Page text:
“We really need to know what’s the underlying cause of the conversion,” Bryant said. “It’s going to be very important that you have that cause-and-effect relationship clearly stated.”

Severity of illness and risk of mortality

Examining the CC or MCC status of some of the conditions we’ve discussed in this article and taking into account the effect on the APR-DRG serves to emphasize the importance of encouraging physicians to provide complete documentation so that the appropriate severity of illness and risk of mortality is captured, Kennedy said.

“One of the problems that we run into is that physicians will typically document a cause of death as it relates to stroke or heart attack, but they do not discuss the mechanism of death or decline,” Kennedy explained. “This is an area where coding professionals, concurrent reviewers, and providers should be very clear to describe the mechanism of death in stroke, such as cerebral edema, brain death, acute respiratory failure, and the like, which is what differentiates why the patient died during the inpatient admission versus being discharged.”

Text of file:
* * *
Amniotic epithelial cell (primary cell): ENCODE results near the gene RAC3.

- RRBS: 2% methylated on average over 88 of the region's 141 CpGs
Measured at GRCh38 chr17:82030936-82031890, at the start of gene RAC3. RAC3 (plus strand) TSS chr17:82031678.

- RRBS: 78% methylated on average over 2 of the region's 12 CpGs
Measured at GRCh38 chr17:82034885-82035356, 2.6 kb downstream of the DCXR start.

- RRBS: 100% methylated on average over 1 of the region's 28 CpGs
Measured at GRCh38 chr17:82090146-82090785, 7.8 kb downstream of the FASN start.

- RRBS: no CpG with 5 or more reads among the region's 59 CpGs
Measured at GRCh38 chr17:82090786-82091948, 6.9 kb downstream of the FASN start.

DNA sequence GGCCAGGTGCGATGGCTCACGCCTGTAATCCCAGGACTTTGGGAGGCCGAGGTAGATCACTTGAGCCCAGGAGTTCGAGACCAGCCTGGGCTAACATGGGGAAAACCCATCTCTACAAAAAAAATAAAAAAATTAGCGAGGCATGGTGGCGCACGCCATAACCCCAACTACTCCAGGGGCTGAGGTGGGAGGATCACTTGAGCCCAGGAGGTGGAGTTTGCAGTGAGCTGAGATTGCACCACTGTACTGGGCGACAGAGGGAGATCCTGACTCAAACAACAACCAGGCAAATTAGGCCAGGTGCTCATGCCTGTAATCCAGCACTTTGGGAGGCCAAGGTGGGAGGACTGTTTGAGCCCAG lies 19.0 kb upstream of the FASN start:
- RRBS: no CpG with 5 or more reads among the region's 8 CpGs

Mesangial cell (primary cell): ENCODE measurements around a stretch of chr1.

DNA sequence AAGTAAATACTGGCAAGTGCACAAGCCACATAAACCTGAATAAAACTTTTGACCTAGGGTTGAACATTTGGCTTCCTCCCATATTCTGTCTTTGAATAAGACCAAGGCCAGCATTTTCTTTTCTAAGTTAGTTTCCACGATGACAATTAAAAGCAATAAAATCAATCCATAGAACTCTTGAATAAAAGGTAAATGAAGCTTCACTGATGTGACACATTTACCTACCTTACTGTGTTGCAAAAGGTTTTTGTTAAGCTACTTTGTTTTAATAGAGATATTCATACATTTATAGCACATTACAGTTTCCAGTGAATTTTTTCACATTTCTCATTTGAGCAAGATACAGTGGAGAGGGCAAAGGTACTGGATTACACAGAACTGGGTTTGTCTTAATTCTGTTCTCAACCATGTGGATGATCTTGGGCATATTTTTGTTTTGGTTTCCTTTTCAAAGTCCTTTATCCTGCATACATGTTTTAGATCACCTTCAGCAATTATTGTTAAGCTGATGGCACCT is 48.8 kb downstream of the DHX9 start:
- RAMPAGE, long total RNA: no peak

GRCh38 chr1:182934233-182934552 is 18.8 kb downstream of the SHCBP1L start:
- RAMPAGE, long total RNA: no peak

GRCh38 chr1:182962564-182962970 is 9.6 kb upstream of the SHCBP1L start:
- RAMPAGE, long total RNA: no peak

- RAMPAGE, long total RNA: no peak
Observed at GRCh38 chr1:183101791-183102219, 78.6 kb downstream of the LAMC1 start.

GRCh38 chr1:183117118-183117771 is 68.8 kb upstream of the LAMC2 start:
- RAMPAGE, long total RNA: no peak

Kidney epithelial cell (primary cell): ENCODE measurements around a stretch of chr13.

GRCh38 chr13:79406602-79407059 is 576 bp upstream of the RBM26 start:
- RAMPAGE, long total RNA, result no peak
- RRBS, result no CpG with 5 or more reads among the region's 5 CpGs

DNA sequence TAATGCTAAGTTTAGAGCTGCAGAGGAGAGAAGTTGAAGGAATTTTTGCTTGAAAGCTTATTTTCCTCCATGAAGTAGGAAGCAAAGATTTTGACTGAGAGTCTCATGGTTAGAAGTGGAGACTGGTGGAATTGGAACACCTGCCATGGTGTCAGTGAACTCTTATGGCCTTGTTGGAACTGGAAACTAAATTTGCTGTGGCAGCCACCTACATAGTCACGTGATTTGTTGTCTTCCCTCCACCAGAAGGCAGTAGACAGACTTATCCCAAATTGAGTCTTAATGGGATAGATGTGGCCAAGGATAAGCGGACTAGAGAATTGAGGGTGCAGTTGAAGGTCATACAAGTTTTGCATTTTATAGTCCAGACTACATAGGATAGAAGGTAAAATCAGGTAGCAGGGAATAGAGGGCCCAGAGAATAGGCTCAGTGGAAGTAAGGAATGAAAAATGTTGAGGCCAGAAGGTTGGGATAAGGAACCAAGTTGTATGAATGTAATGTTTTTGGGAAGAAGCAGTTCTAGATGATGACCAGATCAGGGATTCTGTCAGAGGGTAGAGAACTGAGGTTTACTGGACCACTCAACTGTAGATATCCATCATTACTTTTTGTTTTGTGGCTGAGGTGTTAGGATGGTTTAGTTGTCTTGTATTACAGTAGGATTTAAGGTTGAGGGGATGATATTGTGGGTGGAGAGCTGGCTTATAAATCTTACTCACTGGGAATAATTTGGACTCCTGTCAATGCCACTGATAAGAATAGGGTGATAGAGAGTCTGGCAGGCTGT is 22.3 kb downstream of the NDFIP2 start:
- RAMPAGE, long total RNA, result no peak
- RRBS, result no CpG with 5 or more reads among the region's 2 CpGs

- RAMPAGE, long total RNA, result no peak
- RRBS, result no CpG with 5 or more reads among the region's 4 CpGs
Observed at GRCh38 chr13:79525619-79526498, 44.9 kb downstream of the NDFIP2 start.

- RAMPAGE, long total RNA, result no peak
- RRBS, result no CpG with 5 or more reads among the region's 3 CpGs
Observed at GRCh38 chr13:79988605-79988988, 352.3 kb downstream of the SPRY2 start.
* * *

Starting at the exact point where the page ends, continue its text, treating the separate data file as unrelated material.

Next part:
Bryant agreed. “Showing severity of illness and risk of mortality is really important to your outcomes and quality, and it’s going to be a real driving factor in the future,” she said.

Editor’s note: E-mail questions to Managing Editor Doreen V. Bentley at dbentley@hcpro.com. To learn more about Coding Clinic guidance regarding pulmonary conditions, renal conditions, or postoperative hemorrhage and postoperative hematoma, purchase a copy of HCPro’s October 28 audio conference “Coding Clinic for ICD-9-CM and Documentation Improvement Opportunities: Best Practices for CDI and Coding Compliance.”